Today I wanted to discuss the matter of site governance – who makes the decisions about what happens with a Web site.
I would, first, like to prove the relevancy of this topic by laying the framework for such an argument. It goes without saying that technology is a tool; like most tools it is neither inherently bad nor inherently good, it’s what is done with the tool that creates the result.
In online communication (social networking), our tool is actually in two or more different forms. On one side are the tools of access, these being the phones, computers, or other electronics devices which allow us access the Internet. On the other side is the tools of service, this being the Web site which is performing the duty you are requesting of it. Notice how, in this model, the creator (the user of the tool) does not have direct access to the tool that he or she is using – they are using a tool of access to get to it. Thus there is no real ownership of the tool of service, only the tool of access.
There is an interesting paradox that then arises in this: the tool of service holds all of the important data we wish to manipulate; however we only really own the tool of access. Thus we enter into a realm where our information and our tools are to be dictated by whomever owns the Web site – which is not necessarily us. It is then we arrive at the question of who really should have control over the decisions made in regard the to Web site.
At the current date, using models of government, this is an authoritative dictatorship. While the dictators may sway in their opinions via uprisings of their community, this is still a fundamentally flawed model because the community is not actually making the decisions regarding how their information is handled and how their tool is developed.
Yet, any change in this model poses a fundamental problem to the Web site whose sole purpose is to turn a profit, often at your expense. Here we face a necessary change in foundational philosophy. Some Web sites have been able to speak words along these lines but no site (to my knowledge) has truly implemented these ideas: the focus of any Web site should be the service of its users; it is upon satisfaction of the users’ needs that money can then be made.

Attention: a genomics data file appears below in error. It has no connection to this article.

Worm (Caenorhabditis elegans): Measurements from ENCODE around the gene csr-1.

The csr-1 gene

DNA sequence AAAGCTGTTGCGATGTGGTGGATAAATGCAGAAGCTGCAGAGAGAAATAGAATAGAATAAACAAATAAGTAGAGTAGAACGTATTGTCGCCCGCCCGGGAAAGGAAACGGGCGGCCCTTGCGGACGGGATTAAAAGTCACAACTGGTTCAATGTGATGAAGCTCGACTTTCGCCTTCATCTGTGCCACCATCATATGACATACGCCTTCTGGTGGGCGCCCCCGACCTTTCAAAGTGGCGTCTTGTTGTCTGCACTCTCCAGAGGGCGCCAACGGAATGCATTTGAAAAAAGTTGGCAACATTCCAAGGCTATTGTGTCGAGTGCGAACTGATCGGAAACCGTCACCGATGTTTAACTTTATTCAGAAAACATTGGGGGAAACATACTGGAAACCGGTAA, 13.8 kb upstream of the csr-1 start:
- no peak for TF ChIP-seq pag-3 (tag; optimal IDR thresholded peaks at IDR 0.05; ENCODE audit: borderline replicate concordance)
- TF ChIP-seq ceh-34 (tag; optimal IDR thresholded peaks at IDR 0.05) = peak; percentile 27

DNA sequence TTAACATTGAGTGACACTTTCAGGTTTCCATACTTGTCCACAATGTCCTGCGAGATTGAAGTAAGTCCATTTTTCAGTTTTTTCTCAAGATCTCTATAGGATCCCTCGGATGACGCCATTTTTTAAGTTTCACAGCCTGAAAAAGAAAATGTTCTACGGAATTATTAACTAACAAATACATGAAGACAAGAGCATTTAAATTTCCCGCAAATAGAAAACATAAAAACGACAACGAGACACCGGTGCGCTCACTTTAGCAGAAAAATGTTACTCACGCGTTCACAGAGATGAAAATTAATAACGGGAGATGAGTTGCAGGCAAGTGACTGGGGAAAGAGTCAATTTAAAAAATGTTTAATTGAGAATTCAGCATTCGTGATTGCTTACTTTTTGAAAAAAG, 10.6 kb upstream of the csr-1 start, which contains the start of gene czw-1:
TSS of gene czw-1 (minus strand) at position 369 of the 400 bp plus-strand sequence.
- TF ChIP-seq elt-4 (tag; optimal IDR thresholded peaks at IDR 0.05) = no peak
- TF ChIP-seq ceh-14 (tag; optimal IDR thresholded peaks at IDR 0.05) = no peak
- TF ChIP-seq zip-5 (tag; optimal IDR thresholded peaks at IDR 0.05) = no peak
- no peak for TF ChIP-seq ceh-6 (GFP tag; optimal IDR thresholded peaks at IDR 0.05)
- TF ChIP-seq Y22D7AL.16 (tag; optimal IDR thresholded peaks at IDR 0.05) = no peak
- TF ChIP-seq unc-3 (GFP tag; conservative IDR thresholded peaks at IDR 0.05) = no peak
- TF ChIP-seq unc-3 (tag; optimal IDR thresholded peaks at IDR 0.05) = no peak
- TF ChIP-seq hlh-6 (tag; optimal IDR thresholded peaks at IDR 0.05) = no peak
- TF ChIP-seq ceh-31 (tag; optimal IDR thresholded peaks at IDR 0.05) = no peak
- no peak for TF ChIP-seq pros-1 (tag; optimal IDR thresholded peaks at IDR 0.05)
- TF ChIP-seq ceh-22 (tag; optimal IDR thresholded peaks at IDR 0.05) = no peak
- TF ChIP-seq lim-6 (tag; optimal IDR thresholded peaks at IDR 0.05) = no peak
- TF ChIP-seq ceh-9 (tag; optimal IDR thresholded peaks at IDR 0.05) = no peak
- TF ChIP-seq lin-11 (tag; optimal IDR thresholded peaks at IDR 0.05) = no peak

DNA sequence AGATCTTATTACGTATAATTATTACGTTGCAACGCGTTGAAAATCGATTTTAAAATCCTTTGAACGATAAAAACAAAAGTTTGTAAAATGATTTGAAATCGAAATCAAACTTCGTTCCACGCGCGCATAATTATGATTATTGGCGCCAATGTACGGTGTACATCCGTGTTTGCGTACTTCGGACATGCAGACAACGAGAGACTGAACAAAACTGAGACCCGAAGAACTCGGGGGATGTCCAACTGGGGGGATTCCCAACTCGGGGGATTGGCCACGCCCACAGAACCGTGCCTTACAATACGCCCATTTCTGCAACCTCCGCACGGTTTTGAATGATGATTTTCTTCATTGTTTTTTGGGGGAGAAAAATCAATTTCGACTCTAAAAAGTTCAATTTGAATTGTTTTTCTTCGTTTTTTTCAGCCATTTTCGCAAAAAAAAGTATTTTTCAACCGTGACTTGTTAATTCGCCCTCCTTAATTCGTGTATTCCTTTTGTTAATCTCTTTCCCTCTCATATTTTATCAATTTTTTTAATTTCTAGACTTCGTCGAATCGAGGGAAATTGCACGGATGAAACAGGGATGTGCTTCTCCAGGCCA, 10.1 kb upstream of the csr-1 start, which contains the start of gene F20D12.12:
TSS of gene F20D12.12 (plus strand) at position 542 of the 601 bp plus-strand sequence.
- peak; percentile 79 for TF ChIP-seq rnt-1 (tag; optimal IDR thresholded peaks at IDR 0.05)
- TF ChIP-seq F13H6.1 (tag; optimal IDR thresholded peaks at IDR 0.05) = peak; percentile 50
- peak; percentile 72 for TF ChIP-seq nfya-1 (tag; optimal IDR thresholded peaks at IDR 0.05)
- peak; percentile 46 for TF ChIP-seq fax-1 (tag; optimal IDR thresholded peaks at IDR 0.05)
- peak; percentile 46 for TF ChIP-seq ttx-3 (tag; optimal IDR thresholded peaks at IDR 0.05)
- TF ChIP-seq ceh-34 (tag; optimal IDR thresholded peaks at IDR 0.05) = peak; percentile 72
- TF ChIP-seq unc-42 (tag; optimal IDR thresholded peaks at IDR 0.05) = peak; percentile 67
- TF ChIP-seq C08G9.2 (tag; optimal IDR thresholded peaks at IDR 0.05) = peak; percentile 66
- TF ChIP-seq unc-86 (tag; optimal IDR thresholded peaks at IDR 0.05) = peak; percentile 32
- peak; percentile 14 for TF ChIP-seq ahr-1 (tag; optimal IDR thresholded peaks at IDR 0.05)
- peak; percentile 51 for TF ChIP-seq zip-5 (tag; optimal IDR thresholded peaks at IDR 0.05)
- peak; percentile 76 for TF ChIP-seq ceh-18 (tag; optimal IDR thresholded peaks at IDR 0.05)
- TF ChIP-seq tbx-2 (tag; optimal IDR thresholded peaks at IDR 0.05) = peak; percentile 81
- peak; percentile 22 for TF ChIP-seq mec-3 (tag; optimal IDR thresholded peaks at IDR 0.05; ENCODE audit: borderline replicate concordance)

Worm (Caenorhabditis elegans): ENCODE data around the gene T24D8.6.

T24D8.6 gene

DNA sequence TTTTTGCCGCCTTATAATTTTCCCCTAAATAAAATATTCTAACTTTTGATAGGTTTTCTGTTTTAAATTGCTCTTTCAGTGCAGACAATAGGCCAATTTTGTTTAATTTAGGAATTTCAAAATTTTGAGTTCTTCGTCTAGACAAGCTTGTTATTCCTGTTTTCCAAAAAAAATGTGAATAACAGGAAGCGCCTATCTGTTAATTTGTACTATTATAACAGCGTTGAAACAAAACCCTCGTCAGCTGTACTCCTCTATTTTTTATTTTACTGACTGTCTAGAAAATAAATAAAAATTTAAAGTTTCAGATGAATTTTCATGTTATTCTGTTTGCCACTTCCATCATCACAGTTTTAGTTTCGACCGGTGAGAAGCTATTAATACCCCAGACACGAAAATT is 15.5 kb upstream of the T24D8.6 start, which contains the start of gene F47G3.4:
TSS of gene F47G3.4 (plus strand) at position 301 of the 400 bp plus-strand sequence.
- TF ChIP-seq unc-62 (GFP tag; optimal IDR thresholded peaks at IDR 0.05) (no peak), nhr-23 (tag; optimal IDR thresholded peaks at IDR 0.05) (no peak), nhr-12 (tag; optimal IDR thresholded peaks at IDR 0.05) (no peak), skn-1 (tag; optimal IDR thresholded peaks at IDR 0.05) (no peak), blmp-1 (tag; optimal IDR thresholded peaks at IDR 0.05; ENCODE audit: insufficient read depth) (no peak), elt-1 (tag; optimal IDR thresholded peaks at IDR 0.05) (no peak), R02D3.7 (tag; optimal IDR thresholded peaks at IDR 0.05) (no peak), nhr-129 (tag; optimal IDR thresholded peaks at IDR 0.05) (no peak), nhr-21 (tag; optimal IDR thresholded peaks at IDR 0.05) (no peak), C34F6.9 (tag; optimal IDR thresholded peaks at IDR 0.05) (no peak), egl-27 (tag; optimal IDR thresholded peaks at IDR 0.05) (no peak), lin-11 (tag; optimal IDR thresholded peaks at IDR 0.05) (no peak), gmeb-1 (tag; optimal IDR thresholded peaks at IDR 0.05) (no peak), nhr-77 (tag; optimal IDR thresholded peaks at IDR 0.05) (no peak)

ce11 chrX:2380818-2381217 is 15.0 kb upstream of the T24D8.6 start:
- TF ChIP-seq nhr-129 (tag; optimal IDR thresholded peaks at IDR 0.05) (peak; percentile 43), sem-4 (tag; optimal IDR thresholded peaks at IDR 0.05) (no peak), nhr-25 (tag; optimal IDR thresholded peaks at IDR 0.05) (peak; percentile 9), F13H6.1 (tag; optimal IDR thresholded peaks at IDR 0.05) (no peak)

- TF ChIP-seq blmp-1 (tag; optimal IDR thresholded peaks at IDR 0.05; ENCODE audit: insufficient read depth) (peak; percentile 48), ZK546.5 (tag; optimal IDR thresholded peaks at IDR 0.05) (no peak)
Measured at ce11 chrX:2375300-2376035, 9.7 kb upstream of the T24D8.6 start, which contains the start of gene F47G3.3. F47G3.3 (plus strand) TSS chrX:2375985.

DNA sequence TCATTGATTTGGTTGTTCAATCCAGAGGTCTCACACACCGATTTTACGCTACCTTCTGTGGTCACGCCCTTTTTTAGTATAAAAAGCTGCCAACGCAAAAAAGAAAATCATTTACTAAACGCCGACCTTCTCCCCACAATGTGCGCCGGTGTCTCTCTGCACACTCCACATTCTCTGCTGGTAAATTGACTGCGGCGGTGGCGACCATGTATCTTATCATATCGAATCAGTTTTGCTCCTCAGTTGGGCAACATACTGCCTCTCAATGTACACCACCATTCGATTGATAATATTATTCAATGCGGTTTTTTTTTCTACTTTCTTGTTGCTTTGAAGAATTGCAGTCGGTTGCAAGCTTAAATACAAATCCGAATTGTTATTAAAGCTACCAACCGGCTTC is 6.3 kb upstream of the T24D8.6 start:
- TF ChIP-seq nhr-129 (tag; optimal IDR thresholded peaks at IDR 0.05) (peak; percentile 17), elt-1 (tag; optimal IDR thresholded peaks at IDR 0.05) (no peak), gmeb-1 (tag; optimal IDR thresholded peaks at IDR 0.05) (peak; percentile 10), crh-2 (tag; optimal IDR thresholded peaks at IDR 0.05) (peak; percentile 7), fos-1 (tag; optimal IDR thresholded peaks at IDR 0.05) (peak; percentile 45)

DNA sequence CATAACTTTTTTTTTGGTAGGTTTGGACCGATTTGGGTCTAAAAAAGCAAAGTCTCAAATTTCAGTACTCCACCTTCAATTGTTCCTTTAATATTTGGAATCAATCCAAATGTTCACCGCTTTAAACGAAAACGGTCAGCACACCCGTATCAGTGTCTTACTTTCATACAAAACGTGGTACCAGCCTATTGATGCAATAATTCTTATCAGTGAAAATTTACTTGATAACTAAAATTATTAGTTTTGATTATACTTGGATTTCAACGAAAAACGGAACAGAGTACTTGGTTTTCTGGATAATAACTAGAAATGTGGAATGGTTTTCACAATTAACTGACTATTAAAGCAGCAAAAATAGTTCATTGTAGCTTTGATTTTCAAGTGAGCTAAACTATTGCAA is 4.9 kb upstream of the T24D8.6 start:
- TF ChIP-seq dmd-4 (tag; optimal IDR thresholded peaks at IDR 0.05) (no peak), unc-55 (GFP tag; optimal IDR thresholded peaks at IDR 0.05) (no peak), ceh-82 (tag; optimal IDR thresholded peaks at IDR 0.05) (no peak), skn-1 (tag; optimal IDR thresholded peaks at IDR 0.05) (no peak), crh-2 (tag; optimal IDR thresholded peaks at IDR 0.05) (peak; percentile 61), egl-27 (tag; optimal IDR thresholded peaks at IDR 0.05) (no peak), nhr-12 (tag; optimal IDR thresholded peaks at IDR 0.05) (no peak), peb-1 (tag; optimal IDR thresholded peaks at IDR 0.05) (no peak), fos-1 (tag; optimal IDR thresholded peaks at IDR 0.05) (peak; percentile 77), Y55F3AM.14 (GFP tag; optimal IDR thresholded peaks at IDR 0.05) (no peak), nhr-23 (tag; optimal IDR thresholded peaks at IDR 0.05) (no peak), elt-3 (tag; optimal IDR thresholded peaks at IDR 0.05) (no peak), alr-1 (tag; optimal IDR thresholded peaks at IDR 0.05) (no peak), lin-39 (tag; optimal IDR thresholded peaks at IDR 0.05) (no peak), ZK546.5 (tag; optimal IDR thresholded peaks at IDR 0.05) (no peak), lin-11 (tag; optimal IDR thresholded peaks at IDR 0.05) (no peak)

What this then means is that the users of the site must be the dictators of their own information and their own tools – a sort of communism, if you will. The very thought probably makes most people in the business of doing business shutter, for this would mean that they would not be the sole decisions makers of what happens to their business. Yet, I can’t help but fantasize about what it would be like to actually have a say in my own tools of service, not just my tools of access. I acknowledge the seeming impossibility of such an idea, but that does not mean it is impossible.
I want to address the fact that this does not mean that the Web site cannot innovate and expand itself, in a traditional sense. The Web site can still push new updates and new features. What I am trying to suggest is that these changes affect tools that people use and rely on everyday. Thus, these people should have control over their very own tools – everyone should be actively involved in the process.
There are many details to be worked out by ways of business, but my mind can’t help but wonder into ideas of how amazing something such as this would be. Imagine people campaigning for features, updates, or changes. Now imagine that those people would actually be able to realize their goal, assuming the community at large deemed it a just endeavor.